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Society & Policy

Oil is not all

Norwegian Minister of Finance Per-Kristian Foss visited London last week to speak at an event arranged by the Norwegian British Chamber of Commerce. Mr Foss stressed that oil is important but not a deciding factor for corporate Norway to stay competitive internationally.

05/03/2004 :: Although a solid contributor, less than a quarter of Norway's gross domestic product comes from the petroleum sector. Other private mainland sectors contribute twice as much to Norway's GDP.

Mr Foss pointed out that labour productivity in the business sector has risen by 40 per cent in Norway since 1991, whereas productivity in USA has risen by 30 per cent and in OECD member states by a little over 20 per cent.

"Norway's economy is a high performing economy", Mr Foss said, pointing out that according to an OECD statistic from 2001 Norway's GDP per capita (adjusted for purchasing power parity) is the highest in the world, with the USA a close second. The statistic showed that even without petroleum, Norway would be second only to the USA in GDP per capita.

Trade relations between Norway and the UK are very good. Exports from Norway to the UK have risen by more than 50 per cent since 1992, and imports to Norway have risen by more than 25 per cent.

Mr Foss expressed concern over the increasing number of people on transfer schemes such as disability, sick leave, occupationally rehabilitation/medical rehabilitation and early retirement scheme.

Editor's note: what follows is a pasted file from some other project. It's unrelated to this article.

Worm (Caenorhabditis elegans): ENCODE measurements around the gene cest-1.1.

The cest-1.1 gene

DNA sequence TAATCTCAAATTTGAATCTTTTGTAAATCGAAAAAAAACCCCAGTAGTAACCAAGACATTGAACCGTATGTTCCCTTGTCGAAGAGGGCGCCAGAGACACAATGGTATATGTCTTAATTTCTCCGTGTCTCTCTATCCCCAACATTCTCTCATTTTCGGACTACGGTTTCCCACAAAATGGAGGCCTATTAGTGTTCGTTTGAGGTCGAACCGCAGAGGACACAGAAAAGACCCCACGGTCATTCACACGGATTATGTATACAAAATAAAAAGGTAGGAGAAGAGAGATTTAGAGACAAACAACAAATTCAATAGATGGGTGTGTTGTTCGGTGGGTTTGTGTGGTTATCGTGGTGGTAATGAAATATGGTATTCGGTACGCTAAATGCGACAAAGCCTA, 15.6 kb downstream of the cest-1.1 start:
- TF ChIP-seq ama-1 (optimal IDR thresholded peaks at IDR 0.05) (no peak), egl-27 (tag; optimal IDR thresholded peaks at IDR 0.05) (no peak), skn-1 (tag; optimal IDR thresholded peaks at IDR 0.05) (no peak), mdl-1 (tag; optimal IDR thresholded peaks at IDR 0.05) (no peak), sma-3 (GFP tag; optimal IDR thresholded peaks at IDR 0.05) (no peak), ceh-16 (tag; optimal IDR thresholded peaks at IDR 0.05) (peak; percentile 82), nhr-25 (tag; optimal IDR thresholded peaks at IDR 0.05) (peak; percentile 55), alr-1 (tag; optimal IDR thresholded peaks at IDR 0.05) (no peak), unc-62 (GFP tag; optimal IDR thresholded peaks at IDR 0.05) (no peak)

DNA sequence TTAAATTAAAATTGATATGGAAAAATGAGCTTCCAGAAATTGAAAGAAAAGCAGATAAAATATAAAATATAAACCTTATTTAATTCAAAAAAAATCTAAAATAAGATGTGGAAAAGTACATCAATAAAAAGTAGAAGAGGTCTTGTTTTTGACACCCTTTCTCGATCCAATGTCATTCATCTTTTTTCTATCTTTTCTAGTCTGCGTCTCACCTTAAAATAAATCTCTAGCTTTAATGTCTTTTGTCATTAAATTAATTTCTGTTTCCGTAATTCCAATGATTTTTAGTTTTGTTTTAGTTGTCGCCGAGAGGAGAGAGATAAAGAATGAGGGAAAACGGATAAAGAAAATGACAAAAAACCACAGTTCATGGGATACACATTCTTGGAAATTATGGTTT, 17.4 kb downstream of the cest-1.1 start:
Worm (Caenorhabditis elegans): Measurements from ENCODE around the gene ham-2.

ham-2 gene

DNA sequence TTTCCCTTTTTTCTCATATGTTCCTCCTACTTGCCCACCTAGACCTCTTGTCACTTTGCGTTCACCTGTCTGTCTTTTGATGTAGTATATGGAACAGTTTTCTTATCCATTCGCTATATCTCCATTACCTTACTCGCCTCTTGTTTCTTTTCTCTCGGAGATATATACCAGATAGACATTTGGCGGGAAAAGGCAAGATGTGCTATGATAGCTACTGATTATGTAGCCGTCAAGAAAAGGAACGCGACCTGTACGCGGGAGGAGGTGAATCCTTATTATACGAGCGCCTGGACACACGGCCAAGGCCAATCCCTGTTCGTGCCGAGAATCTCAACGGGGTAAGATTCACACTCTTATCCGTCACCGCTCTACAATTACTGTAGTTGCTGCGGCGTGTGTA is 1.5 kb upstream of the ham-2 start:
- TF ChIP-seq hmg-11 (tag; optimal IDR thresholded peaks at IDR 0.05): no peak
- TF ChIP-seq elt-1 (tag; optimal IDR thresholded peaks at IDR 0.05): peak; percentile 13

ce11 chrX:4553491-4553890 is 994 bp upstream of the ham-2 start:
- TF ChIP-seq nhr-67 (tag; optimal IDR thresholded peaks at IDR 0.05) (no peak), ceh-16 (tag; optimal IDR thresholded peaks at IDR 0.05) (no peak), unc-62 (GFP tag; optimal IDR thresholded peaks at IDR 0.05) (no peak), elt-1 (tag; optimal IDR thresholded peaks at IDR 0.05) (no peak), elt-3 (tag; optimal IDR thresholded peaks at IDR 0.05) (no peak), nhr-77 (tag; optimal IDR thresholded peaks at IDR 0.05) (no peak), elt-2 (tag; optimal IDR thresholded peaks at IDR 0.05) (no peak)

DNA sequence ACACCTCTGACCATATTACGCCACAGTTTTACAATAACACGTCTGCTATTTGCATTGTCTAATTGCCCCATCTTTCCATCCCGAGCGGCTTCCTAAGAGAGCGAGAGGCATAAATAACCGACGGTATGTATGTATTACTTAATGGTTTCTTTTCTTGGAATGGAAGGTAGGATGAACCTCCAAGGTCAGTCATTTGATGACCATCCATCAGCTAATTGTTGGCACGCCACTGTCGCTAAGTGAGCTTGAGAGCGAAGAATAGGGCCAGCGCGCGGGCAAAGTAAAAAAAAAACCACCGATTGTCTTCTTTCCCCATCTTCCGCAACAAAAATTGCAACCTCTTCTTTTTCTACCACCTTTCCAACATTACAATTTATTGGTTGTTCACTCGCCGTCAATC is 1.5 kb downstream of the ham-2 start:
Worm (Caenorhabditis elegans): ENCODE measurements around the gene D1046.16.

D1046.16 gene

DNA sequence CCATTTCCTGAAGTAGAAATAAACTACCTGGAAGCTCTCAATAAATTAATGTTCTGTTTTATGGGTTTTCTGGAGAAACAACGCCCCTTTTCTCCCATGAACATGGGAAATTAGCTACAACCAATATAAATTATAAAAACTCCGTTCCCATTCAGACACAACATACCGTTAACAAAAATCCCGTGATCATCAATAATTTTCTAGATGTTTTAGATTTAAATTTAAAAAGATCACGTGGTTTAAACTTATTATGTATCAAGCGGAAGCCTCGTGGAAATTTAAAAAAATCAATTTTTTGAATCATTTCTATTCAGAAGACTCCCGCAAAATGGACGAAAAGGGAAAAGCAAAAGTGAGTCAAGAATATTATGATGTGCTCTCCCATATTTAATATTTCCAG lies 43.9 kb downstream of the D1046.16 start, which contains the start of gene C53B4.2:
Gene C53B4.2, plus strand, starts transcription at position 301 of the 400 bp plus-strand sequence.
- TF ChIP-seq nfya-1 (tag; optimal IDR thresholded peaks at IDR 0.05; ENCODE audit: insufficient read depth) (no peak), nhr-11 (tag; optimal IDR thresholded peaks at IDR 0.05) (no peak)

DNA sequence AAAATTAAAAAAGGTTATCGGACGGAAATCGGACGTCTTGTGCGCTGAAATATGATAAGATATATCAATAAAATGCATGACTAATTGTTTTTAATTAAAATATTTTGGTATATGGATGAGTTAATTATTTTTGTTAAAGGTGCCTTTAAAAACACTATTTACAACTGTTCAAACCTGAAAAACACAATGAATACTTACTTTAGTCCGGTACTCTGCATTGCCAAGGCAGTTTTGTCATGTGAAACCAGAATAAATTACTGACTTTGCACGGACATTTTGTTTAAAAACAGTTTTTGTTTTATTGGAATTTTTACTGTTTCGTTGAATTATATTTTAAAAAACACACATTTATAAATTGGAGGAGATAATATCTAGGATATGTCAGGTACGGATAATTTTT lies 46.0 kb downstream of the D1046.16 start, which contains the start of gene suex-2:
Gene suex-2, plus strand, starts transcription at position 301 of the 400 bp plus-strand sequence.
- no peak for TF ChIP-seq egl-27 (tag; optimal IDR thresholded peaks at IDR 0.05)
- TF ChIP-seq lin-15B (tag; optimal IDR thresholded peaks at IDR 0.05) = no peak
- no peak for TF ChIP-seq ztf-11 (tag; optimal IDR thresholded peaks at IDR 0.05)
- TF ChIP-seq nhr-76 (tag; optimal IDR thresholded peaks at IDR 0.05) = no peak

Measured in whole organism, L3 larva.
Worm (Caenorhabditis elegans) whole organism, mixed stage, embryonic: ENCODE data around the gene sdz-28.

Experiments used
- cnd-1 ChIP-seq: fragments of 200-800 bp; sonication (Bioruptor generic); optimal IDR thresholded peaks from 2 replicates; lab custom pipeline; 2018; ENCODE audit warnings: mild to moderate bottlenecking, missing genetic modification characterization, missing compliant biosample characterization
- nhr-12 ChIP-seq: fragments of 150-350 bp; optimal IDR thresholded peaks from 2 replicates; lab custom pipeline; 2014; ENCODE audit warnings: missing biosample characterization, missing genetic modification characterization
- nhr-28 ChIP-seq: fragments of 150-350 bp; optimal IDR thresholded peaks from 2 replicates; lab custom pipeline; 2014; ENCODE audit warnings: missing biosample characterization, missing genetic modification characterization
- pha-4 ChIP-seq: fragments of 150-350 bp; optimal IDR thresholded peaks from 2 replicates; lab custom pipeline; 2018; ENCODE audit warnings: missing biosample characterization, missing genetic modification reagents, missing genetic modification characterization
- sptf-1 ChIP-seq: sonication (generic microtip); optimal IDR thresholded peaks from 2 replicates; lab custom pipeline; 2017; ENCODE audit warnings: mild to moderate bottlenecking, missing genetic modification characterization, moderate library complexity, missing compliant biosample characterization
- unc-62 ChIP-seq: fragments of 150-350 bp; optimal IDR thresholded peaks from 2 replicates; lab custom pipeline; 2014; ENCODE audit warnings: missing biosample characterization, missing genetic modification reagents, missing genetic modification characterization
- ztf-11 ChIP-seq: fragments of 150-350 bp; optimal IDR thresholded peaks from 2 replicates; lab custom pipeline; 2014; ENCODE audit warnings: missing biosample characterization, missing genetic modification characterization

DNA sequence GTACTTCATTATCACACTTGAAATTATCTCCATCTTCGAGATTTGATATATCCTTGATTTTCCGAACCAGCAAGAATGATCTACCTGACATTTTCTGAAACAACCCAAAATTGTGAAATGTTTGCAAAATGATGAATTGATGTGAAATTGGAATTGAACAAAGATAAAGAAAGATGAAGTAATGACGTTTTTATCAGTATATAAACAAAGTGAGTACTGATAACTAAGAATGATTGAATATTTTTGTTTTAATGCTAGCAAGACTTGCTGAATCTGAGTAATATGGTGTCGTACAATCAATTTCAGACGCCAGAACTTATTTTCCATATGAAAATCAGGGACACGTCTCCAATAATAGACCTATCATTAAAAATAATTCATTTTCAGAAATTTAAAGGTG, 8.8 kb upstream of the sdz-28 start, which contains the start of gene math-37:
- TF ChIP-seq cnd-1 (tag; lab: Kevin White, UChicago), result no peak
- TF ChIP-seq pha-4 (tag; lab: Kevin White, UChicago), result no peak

Norway's tax system is based on a tax reform from 1992. Its objectives are to broaden tax bases, lower tax rates, reduce tax-induced distortions and to protect internationally mobile tax bases. The introduction of dual income tax means low flat tax on capital income and progressive tax on labour income.

Mr Foss said that there is a need to reduce the large gap between tax rates on labour and capital. Norway currently faces problems connected to dividing income from self-employment into capital and labour income. The high marginal tax rates impair work incentives. That net wealth tax is non-neutral between investments is a problem, said Mr Foss.
Reform work on tax policy includes a report from the Tax Committee February 2003, a public hearing (February - May), a forthcoming white paper on tax reform and first tax changes in the 2005 budget.

The event, held at the In & Out Club, No 4 St James Square on 23 February, was attended by corporate members and students alike.

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Minister of Finance Per-Kristian Foss


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